Body Shaming : Inappropriate negative statements and attitudes toward another persons weight or size.
“get on a diet”
“she probably starves herslef”
When you tell someone that there is something wrong with their body and that it needs to be changed, you will leave an impact on a person .That is one thing that is guaranteed. All it depends on is how well the person deals with it.
The problem with body shaming is that people do not recognize it as an actual problem. Up to 24 million people of all ages and genders suffer from different eating disorders in The United States alone. 95% of those suffering from eating disorders are between ages of 12-25. Given these ridiculous statistics, it is a given that the wide spread of body shaming in society is posting an impact on society.
All it takes is one negative comment to get a person thinking negatively and pushing them towards a dark hole of self-hatred. Wether it was a joke, wether it was said by a loved one, the root of self-hatred is an external enviroment. We've all heard it before. The Aunt at the family gathering “You're looking a tad bit plum,dear”. The seemingly joking friend “You're so skinny, if I blew at you, you'd probably fly away”. Nobody recognizes how these little comments here and there lead to a slippery slope that is detrimental towards ones self esteem.
One of the biggest contributors to a pro-body shaming society is, as much as it pains me to say, is the music industry. Music is something that has become so close to a person it is basically an extension of themselves and their personalities. It places so much impact on our lives. Life is a movie and the music we listen to makes up the soundtrack. What we might not listen to from anyone else, we might listen to if it comes from the main stream media.
All About That Bass. The song of the summer as they call it. Where the singer mentions how “every inch of you is perfect from the bottom to the top” and later on mentions how she won't be a “stick figure sillicone barbie doll”. Is being “skinny” an acception to being “perfect”? No absolutely not. But let's view this from a teenage girls point of view, a naturally petite young girl with a high metabolism that can't seem to gain weight. This is when she begins to self-doubt. To feel incompetent. As if there is something wrong with her.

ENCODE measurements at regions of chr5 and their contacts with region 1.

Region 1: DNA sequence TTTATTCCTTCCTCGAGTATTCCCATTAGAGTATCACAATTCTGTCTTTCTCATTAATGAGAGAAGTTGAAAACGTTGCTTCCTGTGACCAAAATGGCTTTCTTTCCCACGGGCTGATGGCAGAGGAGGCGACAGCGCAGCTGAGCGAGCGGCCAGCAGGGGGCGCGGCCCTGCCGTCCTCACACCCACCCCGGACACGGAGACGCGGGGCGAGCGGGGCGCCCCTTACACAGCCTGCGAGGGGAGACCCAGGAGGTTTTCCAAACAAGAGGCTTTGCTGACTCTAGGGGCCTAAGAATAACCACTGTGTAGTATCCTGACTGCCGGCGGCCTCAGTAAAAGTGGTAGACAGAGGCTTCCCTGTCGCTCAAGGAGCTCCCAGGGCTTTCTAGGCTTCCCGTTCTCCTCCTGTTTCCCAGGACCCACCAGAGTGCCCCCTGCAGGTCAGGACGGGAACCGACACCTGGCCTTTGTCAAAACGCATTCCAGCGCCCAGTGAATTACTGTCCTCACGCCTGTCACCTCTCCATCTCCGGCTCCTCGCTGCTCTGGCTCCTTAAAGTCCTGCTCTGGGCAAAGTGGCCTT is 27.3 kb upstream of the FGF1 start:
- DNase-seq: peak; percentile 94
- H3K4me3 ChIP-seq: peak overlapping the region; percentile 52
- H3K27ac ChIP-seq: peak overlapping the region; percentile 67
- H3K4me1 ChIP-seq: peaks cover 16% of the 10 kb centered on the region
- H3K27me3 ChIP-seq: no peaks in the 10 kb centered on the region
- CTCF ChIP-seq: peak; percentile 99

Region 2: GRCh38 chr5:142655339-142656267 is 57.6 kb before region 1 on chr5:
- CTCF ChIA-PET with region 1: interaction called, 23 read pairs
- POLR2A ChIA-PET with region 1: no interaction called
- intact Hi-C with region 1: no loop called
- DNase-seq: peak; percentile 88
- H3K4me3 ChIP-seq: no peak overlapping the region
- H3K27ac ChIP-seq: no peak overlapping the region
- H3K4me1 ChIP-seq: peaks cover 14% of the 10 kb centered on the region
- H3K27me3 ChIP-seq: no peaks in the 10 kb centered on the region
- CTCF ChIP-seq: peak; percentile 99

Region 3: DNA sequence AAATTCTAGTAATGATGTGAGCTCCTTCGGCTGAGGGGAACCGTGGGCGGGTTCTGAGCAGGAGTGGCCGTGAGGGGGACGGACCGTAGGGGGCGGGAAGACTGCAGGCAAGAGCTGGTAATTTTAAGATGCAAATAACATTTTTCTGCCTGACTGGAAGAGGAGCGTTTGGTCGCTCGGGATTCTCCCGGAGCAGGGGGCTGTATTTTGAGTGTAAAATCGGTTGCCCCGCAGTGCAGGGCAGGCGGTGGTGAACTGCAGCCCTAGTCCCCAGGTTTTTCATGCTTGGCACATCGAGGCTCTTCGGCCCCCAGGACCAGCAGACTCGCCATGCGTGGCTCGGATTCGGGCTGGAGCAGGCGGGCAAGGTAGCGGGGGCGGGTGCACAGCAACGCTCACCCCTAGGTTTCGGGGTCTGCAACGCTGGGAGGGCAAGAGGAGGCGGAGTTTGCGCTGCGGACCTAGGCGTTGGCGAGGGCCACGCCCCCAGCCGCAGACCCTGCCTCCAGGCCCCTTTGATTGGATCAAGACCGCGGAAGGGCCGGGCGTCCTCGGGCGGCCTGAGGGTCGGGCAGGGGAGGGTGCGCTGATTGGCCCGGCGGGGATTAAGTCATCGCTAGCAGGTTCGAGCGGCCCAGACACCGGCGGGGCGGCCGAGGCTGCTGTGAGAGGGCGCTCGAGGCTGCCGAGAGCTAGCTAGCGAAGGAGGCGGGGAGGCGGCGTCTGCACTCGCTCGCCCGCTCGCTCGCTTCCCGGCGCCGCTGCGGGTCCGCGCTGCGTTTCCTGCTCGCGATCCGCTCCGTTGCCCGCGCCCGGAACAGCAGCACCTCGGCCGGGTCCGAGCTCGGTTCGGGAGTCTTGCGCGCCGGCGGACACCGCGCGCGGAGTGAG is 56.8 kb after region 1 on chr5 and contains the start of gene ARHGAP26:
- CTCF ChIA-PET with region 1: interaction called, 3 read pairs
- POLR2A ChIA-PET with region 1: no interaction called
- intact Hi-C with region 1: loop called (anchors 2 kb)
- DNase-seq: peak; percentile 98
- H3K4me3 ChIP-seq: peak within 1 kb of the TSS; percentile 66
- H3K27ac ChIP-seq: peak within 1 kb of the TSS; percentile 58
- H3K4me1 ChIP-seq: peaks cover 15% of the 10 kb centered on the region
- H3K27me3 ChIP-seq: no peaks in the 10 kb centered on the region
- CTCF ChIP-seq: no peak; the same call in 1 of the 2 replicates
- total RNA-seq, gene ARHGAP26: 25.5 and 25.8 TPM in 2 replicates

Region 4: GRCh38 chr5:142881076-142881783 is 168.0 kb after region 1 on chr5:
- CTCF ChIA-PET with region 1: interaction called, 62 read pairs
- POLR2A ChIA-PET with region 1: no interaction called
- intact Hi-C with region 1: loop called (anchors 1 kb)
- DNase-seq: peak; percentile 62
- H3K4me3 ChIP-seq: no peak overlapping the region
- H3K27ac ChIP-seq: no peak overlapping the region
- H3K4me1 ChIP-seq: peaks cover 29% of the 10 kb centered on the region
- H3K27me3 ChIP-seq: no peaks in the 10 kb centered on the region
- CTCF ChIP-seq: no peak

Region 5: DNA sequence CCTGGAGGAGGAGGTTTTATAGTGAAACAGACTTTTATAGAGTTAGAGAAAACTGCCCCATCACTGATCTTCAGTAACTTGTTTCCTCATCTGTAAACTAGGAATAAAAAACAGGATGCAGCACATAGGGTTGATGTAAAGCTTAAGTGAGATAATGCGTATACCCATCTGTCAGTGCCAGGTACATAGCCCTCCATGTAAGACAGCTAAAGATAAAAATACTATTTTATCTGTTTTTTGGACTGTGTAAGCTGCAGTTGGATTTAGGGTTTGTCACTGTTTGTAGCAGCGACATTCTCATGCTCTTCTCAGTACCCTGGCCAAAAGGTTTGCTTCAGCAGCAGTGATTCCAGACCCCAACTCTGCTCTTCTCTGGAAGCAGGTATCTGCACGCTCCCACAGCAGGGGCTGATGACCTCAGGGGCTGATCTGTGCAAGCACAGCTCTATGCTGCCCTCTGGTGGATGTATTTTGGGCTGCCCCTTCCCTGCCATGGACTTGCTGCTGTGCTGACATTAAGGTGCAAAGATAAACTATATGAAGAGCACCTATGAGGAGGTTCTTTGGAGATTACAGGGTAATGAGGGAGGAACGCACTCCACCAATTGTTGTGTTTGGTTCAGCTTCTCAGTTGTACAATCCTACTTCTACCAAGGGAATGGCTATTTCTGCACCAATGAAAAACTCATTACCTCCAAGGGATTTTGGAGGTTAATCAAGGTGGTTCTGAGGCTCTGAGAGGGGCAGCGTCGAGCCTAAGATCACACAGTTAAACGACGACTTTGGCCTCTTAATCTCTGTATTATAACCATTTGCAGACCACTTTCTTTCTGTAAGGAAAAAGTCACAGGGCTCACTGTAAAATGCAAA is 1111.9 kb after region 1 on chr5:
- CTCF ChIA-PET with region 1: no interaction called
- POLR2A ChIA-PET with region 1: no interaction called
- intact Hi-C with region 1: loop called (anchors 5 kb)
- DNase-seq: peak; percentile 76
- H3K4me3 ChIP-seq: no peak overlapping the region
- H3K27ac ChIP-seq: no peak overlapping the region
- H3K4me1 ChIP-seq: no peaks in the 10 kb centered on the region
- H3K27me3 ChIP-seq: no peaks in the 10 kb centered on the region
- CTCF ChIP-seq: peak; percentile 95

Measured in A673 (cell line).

And yes it is amazing that curves and the beauty of them are being embraced but should that occur at the cost of petite girls then feeling horrible about themselves?
In July 2014, a lovely young woman, Jess Dutschmann was disgustingly discriminated for her body type at a beauty salon. She was pestured about the her choice in hair cut. In the piece she wrote on xojane she mentioned how they were trying to propagate a sort of rule : “Fat girls don't get pixie cuts.Not that they don't get them, that they don't get to get them”.
A Salon. A place where girls, all girls go to feel beautiful, pampered and confident. We've gotten to a stage where a place as such takes part in this kind of behaviour? It's really that bad?
The answer is yes it really is that bad. Girls, Boys of all sizes , everywhere are feeling less and less confident about themselves day after day. And our responsibility as the young and progressive youth is to take a stand against it. Because wether you believe it or not this IS a real problem.
Lives have been lost. Teenagers loose their friends.Parents loose their children. All because of ones inability to love themselves.
Taking a stand is simple. Stand up for a friend who is being picked on for their size. Do not support buisnesses that body shame and that only sell to people of an “ideal body type”. These little things will snowball into huge effects.
We are a generation of copy cats. We love trends. In the form of fashion, gadgets and music. And those trends should also be able to exist in this form. In the form of a positive change towards a more accepting and loving community.
Ghandi once said “Be the change you wish to see in the world”
And so the change begins with you.